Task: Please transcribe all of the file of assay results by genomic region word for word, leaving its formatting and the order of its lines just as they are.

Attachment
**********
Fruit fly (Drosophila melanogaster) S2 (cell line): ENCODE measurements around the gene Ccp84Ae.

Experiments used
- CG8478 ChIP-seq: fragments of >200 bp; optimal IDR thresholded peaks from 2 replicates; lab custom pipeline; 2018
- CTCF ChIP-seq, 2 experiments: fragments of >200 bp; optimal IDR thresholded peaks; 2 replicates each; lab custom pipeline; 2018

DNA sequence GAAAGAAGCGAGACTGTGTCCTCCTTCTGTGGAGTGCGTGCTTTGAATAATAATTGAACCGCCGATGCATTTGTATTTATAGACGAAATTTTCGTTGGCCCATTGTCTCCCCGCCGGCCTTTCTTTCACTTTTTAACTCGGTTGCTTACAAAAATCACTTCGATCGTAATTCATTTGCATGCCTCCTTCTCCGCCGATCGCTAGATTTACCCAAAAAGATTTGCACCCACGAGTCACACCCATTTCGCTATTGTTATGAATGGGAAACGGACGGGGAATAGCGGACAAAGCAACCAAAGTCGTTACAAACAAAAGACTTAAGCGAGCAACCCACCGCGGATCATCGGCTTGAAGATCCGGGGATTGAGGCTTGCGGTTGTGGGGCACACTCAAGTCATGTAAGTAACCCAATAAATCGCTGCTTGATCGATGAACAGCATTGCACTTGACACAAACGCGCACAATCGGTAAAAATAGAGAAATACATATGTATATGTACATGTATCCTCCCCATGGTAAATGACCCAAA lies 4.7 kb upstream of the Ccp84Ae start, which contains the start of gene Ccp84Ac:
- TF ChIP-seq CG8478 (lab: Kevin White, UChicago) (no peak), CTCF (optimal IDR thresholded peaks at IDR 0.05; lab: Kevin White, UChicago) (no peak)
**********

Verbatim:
Fruit fly (Drosophila melanogaster) S2 (cell line): ENCODE measurements around the gene Ccp84Ae.

Experiments used
- CG8478 ChIP-seq: fragments of >200 bp; optimal IDR thresholded peaks from 2 replicates; lab custom pipeline; 2018
- CTCF ChIP-seq, 2 experiments: fragments of >200 bp; optimal IDR thresholded peaks; 2 replicates each; lab custom pipeline; 2018

DNA sequence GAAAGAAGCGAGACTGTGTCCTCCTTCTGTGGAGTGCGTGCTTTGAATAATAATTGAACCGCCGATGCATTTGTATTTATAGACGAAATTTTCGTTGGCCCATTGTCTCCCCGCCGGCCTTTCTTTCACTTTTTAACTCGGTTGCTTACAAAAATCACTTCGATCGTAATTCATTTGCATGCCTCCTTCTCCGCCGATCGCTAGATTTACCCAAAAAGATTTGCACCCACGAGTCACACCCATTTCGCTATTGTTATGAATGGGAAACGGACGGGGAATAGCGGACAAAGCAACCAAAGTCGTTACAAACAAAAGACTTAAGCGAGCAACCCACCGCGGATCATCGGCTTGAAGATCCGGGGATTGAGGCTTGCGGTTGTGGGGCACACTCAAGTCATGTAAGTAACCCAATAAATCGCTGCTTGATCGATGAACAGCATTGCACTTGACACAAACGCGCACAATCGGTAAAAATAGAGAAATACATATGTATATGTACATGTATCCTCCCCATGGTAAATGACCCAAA lies 4.7 kb upstream of the Ccp84Ae start, which contains the start of gene Ccp84Ac:
- TF ChIP-seq CG8478 (lab: Kevin White, UChicago) (no peak), CTCF (optimal IDR thresholded peaks at IDR 0.05; lab: Kevin White, UChicago) (no peak)